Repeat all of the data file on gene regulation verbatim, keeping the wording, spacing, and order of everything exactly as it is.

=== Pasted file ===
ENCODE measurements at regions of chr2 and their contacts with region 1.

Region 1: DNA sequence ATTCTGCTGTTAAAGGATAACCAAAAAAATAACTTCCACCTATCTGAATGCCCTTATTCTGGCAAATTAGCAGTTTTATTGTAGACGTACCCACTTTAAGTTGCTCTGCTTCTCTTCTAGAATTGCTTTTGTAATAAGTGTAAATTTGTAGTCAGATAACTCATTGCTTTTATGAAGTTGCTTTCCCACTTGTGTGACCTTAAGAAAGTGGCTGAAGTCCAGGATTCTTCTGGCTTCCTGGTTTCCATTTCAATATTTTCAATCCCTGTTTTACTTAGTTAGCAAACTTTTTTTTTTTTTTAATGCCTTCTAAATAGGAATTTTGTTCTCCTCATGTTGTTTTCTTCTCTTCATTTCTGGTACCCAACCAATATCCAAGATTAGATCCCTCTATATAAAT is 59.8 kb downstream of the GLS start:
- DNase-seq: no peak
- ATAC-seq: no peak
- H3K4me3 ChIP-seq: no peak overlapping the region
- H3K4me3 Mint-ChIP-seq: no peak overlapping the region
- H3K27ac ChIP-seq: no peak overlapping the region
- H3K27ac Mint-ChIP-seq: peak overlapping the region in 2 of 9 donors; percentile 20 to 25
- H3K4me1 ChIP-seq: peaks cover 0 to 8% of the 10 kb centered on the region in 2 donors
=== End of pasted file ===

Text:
ENCODE measurements at regions of chr2 and their contacts with region 1.

Region 1: DNA sequence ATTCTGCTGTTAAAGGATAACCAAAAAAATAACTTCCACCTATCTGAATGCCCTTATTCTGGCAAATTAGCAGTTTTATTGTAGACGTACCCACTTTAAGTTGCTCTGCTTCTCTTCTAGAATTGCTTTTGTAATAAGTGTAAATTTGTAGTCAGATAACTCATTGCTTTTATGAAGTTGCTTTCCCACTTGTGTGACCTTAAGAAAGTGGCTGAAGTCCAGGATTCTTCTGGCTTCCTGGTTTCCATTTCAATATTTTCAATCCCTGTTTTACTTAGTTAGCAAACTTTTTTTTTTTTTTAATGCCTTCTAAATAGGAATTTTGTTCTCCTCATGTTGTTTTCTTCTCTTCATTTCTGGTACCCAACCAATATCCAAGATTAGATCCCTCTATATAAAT is 59.8 kb downstream of the GLS start:
- DNase-seq: no peak
- ATAC-seq: no peak
- H3K4me3 ChIP-seq: no peak overlapping the region
- H3K4me3 Mint-ChIP-seq: no peak overlapping the region
- H3K27ac ChIP-seq: no peak overlapping the region
- H3K27ac Mint-ChIP-seq: peak overlapping the region in 2 of 9 donors; percentile 20 to 25
- H3K4me1 ChIP-seq: peaks cover 0 to 8% of the 10 kb centered on the region in 2 donors